Should you buy or sell your cryptocurrencies?

Panic has set in, in the Indian cryptocurrencies market after the Centre declared its intentions to propose a bill to possibly ban or regulate the new asset class. Here's what you should do if you’ve already invested or are likely to

Updated: Nov 26, 2021 03:23:15 PM UTC

Rishabh Parakh is a personal finance expert, a Chartered Accountant by Profession and founder of NRP Capitals (erstwhile Money Plant Consultancy), an established firm based out of Maharashtra with operations expanded to Singapore & the UK. He is also an author of the Book titled "Financial Spirituality".

Crypto-Investments-India
Never invest in any financial instrument without understanding your risk profile. Always create a well-diversified portfolio across different asset classes based on that risk profile. Image: Shutterstock

Should you HODL or sell under FUD? This is the million-dollar question every Indian cryptocurrency investor is contemplating right now. HODL—hold on for dear life—or FUD—fear, uncertainty, doubt—in the crypto universe are more relevant than ever amidst the news of the possible ban on crypto in India.

Will the government ban cryptocurrencies?

Only time will tell. This is because the description of the bill, which will be discussed during the upcoming parliamentary session, says it intends to ban all private cryptocurrencies. There is no clarity yet, in terms of what the government means by ‘private cryptocurrencies’. It is better to avoid any speculations and wait for more clarity once the bill is actually passed. However, this is a welcome move because the purpose of the cryptocurrency bill is to set up a regulatory framework to curb any illegal activity in this space and protect the common investor.

What should an existing crypto investor do?

Many experts are telling cryptocurrency investors not to press the panic button and avoid panic-selling based on speculations.

Before you plan to sell or hold your cryptocurrency investments, I have a different fundamental to discuss with all investors—those who have invested in cryptocurrency and even those who haven’t, for that matter.

Never invest in any financial instrument without understanding your risk profile. Always create a well-diversified portfolio across different asset classes based on that risk profile.

I am assuming that an existing cryptocurrency investor has done their due diligence before investing; they know the risk involved in this highly volatile, evolving market that never sleeps and is traded globally. There is no long-term historical data to decipher its price movement. This makes it an even more 'high-risk, high-returns' proposition. To top it all, there is now a regulatory risk proposed by the Indian government.

If you have invested carefully and, only a small percentage of your overall savings/net worth, then you may not worry. But if you invested to make quick money—thinking that a coin like a Doge or Shiba can send you to the moon, you may need to worry about who will bring you back when the value falls?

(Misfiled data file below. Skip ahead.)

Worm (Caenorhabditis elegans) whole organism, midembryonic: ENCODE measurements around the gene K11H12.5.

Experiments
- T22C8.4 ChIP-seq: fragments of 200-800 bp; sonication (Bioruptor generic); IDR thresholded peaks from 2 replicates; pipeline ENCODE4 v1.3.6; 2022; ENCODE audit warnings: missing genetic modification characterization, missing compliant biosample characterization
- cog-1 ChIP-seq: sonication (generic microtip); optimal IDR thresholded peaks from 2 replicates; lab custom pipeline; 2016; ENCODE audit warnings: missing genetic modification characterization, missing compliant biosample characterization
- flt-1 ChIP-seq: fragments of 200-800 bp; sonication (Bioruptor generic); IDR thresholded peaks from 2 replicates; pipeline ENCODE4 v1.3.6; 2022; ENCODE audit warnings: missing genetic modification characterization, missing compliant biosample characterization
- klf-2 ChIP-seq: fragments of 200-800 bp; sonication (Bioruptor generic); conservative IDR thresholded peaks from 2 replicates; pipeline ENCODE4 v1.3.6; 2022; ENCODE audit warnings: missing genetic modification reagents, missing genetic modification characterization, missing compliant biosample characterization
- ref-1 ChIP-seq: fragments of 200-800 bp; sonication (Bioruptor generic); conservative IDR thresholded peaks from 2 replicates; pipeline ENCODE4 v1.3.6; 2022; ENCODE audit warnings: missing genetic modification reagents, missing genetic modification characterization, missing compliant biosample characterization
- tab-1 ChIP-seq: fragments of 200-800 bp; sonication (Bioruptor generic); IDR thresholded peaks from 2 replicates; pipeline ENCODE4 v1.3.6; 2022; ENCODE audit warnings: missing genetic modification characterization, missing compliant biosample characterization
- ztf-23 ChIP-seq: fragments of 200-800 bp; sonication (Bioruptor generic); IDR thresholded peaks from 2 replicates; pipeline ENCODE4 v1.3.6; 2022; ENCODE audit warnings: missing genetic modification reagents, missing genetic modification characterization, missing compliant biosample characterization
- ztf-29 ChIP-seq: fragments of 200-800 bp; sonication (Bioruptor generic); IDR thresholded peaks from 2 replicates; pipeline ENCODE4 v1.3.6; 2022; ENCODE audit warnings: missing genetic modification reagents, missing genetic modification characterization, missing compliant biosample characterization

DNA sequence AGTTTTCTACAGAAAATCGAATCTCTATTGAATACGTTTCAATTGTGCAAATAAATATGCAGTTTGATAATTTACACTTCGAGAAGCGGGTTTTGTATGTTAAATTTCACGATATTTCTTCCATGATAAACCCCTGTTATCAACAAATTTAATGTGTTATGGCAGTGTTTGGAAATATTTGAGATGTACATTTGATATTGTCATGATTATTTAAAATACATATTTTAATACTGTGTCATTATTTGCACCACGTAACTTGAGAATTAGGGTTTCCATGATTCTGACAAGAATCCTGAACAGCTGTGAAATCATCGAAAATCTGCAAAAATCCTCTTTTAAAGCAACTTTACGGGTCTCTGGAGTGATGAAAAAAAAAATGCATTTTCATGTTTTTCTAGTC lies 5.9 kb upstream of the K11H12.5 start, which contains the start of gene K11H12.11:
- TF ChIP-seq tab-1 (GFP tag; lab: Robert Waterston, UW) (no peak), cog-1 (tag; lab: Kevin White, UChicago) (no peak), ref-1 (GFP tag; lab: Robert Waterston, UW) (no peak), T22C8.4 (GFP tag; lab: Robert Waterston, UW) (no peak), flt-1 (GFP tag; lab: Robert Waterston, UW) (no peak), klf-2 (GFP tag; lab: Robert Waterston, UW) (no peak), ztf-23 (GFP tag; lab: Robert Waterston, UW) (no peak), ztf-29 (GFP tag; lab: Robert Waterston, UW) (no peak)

Whatever the case, let’s take this opportunity to understand the risk profile, to make an informed decision about the future. For those who have duly done their risk profiling before investing, there is no reason to worry. They knew what could or might happen to cryptocurrencies—ban or no ban.

Should you sell your crypto?

The easiest thing to do is to sell your cryptocurrency and enter again if the government regulates it as an asset or commodity. But then you may end up selling at a lesser price than global exchanges—something we've already witnessed when this event risk arose two days ago.

However, if the government bans cryptocurrency investments, then the trading volume on different exchanges may vary. It may become difficult to find buyers when everyone is selling. There would be outside buyers, of course, who will be interested in a good arbitrage opportunity on Indian exchanges. But this means, selling your cryptocurrency for a lesser price or waiting for the right time to sell within the window that the government might provide to sell your cryptocurrencies.

As you may notice, there are a lot of ifs and buts about losses one may book in the case of a blanket ban.

Should you hold or transfer?

If you decide to hold instead of sell—the wait and watch approach—then it will benefit you if the government decides not to ban but regulate cryptocurrencies.

In another scenario, if you don’t want to sell, you can also transfer it to an exchange in a different jurisdiction. You can transfer your holdings from one wallet to another wallet. But in that case, if there is a ban, you will need to see what taxation and regulatory framework one needs to follow as an Indian resident who, otherwise, cannot invest in cryptocurrency.

Either way, right now, it’s a wait and watch.

The writer is a chartered accountant and a founder-mentor of NRP Capitals.

The thoughts and opinions shared here are of the author.

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